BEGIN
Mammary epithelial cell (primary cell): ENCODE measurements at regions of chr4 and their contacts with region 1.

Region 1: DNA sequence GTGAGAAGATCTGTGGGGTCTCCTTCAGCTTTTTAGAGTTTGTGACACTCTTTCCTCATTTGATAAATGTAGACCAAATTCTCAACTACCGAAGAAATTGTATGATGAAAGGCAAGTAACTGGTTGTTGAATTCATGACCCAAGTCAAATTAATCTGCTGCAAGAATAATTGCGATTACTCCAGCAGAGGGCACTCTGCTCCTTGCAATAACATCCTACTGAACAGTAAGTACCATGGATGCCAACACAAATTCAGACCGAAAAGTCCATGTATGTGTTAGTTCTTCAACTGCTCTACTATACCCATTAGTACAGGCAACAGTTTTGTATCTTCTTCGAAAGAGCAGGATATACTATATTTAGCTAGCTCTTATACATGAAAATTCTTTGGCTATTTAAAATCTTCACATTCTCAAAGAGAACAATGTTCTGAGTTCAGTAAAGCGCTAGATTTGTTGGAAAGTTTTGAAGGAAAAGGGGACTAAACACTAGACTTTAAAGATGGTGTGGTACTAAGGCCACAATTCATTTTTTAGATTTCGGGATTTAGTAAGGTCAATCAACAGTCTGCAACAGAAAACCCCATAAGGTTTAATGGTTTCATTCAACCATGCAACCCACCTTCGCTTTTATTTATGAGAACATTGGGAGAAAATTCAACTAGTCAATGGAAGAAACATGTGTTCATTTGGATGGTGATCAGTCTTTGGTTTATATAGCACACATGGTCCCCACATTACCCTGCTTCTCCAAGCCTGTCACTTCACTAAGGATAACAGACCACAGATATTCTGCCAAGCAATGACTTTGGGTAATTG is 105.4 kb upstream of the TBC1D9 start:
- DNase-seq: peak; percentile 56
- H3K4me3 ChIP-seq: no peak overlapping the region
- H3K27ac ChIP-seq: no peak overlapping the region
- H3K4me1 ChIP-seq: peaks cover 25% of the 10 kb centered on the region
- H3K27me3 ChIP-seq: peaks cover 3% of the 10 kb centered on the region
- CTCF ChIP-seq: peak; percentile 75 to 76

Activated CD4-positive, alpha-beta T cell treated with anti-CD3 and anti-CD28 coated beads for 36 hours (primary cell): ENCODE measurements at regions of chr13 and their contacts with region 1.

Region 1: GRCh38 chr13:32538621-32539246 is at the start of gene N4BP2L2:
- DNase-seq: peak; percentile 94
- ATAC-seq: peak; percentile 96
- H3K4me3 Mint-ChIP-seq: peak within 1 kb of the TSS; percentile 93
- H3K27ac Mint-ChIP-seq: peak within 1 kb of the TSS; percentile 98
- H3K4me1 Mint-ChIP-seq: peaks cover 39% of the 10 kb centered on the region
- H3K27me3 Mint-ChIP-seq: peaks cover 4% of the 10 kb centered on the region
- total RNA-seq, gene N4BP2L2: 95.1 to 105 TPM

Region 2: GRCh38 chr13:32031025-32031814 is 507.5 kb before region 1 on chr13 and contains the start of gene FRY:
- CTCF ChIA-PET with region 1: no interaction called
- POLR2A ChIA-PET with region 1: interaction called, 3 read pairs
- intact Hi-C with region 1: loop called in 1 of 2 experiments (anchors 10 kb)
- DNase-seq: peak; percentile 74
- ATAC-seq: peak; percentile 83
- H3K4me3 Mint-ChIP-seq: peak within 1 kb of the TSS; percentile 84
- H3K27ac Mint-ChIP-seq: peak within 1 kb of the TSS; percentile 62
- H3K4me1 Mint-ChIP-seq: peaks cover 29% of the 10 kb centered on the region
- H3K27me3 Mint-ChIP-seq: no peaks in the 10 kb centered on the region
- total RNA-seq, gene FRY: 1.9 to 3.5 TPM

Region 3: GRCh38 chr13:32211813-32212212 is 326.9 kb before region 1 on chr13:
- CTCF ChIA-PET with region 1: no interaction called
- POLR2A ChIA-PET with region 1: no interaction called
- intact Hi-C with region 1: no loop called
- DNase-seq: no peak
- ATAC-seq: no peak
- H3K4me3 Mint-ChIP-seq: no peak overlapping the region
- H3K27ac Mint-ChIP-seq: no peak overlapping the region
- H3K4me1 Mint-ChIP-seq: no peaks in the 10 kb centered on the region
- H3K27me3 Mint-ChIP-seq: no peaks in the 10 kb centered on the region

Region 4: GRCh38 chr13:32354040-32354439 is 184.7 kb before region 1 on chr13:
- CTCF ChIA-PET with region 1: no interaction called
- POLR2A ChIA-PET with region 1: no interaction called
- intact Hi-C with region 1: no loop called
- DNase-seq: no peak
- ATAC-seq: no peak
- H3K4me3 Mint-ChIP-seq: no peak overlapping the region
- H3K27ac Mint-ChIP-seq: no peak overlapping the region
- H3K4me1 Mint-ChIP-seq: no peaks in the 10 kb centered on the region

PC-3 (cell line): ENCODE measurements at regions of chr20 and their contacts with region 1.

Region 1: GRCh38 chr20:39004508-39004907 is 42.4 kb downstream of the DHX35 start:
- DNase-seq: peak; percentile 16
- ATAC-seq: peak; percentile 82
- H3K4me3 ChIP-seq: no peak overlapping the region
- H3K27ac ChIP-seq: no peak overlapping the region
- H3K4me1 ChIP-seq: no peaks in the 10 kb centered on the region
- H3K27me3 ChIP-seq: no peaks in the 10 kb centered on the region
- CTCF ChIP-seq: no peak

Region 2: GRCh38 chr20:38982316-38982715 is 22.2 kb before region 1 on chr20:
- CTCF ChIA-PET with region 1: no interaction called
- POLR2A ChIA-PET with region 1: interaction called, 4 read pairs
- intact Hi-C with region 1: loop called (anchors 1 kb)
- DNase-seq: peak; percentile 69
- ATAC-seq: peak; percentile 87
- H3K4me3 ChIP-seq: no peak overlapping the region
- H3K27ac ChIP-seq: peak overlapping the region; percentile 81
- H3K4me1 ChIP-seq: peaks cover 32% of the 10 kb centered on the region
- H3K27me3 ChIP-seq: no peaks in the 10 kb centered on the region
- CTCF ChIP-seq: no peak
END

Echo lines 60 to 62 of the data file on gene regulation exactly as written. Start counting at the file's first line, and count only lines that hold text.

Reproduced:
- intact Hi-C with region 1: loop called (anchors 1 kb)
- DNase-seq: peak; percentile 69
- ATAC-seq: peak; percentile 87